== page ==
Nikki Haley congratulated Trump on his New Hampshire primary victory Tuesday — but she also said she wasn’t giving up on her campaign just yet, declaring, “This race is far from over.”
In the view of many pundits, it is essentially over.
But, technically, it isn’t. Just two small states — with a paltry share of the delegates that will determine the Republican nominee — have voted so far. Forty-eight states remain.
It is clear that Trump is a very strong favorite to win the nomination. It seems clear that, in losing New Hampshire, Haley missed what appeared to be her best shot to shake up the dynamics of the race. If polls of future states remain unchanged, Haley will get blown out in the next contests. It is hard to imagine how she turns things around.
If polls were enough, though, there would be no need to have elections at all. The media might think they know what’s going to happen. But it has not actually happened yet.
Haley can technically stay in as long as she wants; the question is whether she will. Candidates often claim they’re all in until the moment they’re not, and her road will grow even more difficult if the political world decides she has no shot. The risk is that donors cut off their money so that she can no longer pay staff, and outside groups no longer pay millions for ads on her behalf (as they did in New Hampshire).
If she stays in, it will likely be under the hope that, who knows, something totally crazy might happen to improve her chances between now and the February 24 South Carolina primary in her home state, where Haley trails recent polls by about 30 points.
Time will indisputably run out, though, on Super Tuesday. Once the March 5 contests are over, 47 percent of Republican delegates will be allocated. If Trump wins those contests by a wide margin, it will be functionally impossible to catch up to him. By then, enough of the voters will have spoken.
Two things are true: Haley’s chances are dwindling. And hardly anyone has voted yet.
Every Republican presidential nominee since 1980 has won either the Iowa caucuses or the New Hampshire primary. Haley won neither — Trump is the first GOP candidate in a contested race to win both.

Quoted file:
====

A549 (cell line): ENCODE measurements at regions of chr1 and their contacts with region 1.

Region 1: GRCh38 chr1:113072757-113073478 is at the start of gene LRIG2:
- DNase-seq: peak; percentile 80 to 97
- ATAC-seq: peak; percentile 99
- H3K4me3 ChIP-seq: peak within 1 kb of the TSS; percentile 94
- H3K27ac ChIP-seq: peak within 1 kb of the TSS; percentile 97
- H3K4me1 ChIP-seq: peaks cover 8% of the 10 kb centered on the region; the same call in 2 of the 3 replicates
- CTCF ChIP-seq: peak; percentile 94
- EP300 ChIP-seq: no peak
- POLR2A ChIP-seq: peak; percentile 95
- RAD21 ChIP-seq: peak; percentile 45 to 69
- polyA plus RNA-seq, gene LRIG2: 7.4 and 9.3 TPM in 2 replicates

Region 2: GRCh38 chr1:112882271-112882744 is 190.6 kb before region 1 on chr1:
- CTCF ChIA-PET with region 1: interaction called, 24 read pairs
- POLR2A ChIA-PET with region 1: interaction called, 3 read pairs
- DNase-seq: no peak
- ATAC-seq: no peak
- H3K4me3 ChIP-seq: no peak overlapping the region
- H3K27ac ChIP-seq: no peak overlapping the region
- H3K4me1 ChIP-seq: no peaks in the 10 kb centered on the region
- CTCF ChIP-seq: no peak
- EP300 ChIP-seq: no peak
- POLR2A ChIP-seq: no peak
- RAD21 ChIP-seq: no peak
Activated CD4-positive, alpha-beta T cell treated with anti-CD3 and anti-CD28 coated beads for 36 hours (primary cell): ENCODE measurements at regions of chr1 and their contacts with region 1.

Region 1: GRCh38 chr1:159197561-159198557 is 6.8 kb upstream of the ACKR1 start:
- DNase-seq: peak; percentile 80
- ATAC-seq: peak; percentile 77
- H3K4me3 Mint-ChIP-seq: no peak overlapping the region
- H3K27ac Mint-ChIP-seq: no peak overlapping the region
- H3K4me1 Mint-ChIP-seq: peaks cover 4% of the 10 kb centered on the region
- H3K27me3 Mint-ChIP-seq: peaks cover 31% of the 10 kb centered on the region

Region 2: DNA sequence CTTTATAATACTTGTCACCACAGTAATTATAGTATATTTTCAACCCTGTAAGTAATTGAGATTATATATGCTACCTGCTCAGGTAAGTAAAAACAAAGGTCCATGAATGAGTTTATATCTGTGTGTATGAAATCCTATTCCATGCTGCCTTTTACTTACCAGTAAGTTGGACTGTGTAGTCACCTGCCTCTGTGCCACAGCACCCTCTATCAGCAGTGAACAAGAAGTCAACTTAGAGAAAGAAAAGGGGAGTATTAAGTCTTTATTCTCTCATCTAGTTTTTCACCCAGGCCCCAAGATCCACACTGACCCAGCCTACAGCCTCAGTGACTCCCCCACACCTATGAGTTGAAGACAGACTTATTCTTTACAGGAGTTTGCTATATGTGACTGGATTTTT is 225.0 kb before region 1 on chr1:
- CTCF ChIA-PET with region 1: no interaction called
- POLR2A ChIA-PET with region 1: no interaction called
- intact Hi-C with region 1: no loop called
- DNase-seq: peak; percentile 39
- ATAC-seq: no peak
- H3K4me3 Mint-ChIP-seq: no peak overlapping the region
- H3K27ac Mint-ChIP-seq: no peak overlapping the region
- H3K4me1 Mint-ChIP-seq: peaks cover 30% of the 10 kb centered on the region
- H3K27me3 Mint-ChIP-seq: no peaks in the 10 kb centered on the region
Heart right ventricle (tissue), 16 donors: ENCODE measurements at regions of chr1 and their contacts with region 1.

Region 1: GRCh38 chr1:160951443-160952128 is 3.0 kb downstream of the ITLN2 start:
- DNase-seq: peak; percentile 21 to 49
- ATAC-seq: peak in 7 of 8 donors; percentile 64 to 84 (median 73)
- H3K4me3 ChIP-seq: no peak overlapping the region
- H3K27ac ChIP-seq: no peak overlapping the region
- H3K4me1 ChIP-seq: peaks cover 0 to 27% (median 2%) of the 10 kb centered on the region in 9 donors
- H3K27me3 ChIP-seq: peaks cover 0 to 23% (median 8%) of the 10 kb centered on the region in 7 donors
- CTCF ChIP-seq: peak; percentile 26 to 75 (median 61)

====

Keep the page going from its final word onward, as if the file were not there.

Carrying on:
There’s nothing magical about Iowa and New Hampshire, though. In 2020, Joe Biden placed fourth in the former and fifth in the latter — then he went on to romp to the nomination. Usually, the results from these states are a sort of bellwether indicating how the nation will vote. But there’s no law of nature guaranteeing that will always be the case.
The next state up is, technically, Nevada. But there is a strange situation there. The state is holding a primary on February 6, in which Haley is on the ballot but Trump is not. Then Nevada Republicans are holding a caucus on February 8, in which Trump is on the ballot but Haley is not. The caucus is the real contest that will allot delegates, but Haley isn’t even an option there. Her campaign made the strategic decision months ago to hope for good headlines from winning the primary instead.
So the next contested contest is in Haley’s home state of South Carolina on February 24. In theory, she has a home-state advantage there — but polls showing Trump in the lead suggest otherwise.
Realistically, then, Haley’s best hope is that something extremely wild happens in the month between now and the South Carolina primary on February 24 — something so dramatic that it makes Republicans across the country rethink their loyalty to Trump and perhaps their life choices overall.
Obviously, it is not at all likely that such a thing will happen, after eight years of GOP primary voters solidly standing behind him. (Haley urged Trump to debate her in her speech Tuesday night, clearly hoping that could be her way to take him down, but he hasn’t taken the bait of any such challenges so far.)
We all think we know where this is going. But we can wait another month or so to confirm whether voters agree.